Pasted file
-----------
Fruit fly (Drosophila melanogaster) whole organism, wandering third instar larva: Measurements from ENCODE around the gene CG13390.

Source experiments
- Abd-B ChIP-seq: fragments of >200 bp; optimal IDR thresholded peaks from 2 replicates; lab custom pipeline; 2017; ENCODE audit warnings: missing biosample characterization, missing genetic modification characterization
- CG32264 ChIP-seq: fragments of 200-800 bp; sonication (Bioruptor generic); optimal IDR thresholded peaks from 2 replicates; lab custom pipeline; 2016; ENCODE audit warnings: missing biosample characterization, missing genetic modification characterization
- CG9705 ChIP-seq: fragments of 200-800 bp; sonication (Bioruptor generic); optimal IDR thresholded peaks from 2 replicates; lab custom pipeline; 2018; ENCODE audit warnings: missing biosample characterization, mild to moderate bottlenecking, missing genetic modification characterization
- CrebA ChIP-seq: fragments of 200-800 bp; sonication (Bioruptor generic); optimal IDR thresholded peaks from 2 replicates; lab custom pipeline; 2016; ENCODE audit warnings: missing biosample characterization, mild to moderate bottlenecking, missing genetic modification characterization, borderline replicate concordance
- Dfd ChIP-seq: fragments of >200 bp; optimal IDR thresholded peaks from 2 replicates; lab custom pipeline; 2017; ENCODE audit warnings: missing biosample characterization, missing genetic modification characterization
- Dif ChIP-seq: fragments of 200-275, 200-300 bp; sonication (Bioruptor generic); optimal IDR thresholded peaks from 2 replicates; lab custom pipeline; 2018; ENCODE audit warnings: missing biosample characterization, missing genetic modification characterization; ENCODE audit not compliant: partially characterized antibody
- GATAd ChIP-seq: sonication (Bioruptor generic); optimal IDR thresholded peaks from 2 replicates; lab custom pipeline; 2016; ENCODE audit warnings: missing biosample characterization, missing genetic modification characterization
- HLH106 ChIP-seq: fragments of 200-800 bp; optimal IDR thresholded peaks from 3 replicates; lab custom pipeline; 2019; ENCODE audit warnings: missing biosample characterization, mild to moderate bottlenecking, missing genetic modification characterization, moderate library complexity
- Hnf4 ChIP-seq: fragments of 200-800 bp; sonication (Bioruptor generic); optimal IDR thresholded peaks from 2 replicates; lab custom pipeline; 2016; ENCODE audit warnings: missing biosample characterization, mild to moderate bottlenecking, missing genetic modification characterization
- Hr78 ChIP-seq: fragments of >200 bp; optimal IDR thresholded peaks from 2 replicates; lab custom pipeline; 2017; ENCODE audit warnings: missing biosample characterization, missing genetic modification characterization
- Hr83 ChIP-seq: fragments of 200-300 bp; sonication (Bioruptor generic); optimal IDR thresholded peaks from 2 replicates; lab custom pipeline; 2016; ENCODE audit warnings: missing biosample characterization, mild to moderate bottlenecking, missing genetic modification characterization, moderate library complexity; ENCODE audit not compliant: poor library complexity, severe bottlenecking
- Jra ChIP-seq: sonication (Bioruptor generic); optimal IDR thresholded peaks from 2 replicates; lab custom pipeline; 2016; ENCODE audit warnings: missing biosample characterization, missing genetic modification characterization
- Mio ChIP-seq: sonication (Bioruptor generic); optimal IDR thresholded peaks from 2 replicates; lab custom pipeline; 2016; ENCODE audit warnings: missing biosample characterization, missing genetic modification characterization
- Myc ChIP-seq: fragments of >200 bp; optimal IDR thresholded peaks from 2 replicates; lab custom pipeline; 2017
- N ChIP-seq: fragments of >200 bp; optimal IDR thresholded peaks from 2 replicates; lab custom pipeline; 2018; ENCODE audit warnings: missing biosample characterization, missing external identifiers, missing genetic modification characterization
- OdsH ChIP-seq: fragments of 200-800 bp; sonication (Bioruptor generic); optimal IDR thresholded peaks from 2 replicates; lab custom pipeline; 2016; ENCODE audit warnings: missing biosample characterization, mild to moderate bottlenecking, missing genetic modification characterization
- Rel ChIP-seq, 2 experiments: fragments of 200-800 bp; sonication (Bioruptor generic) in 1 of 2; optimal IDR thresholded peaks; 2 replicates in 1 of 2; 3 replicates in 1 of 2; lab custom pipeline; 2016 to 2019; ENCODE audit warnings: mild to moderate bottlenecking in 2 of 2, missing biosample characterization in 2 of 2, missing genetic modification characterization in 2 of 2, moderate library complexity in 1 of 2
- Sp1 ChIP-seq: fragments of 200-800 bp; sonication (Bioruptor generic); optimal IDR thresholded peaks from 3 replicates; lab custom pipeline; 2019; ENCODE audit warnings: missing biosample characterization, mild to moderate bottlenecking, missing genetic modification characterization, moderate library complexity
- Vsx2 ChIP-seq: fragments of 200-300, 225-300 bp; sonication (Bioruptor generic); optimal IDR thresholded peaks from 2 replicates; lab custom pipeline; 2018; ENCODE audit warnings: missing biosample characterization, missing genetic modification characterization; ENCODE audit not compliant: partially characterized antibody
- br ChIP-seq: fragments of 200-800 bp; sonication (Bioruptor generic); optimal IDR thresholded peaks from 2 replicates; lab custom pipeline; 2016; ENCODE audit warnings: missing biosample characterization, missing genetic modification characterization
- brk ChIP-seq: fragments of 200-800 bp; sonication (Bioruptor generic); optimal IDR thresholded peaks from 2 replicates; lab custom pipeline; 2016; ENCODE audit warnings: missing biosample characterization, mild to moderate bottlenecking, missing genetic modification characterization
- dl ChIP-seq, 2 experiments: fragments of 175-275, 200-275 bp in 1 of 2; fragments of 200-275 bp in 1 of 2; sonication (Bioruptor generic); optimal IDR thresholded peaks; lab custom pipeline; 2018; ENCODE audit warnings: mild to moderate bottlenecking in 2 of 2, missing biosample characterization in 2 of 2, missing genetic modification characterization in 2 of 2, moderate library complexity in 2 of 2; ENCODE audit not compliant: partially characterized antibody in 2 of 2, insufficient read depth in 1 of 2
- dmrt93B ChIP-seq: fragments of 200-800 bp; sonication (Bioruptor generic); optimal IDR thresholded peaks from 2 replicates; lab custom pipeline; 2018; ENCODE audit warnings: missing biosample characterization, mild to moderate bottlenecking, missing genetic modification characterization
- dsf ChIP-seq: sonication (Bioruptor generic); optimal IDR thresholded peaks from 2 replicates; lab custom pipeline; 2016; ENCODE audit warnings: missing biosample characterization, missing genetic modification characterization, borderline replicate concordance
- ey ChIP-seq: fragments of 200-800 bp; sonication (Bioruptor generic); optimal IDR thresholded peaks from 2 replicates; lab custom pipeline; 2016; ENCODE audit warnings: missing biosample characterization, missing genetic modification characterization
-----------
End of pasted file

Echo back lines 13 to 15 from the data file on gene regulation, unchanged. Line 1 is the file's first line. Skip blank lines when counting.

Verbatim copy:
- Hr83 ChIP-seq: fragments of 200-300 bp; sonication (Bioruptor generic); optimal IDR thresholded peaks from 2 replicates; lab custom pipeline; 2016; ENCODE audit warnings: missing biosample characterization, mild to moderate bottlenecking, missing genetic modification characterization, moderate library complexity; ENCODE audit not compliant: poor library complexity, severe bottlenecking
- Jra ChIP-seq: sonication (Bioruptor generic); optimal IDR thresholded peaks from 2 replicates; lab custom pipeline; 2016; ENCODE audit warnings: missing biosample characterization, missing genetic modification characterization
- Mio ChIP-seq: sonication (Bioruptor generic); optimal IDR thresholded peaks from 2 replicates; lab custom pipeline; 2016; ENCODE audit warnings: missing biosample characterization, missing genetic modification characterization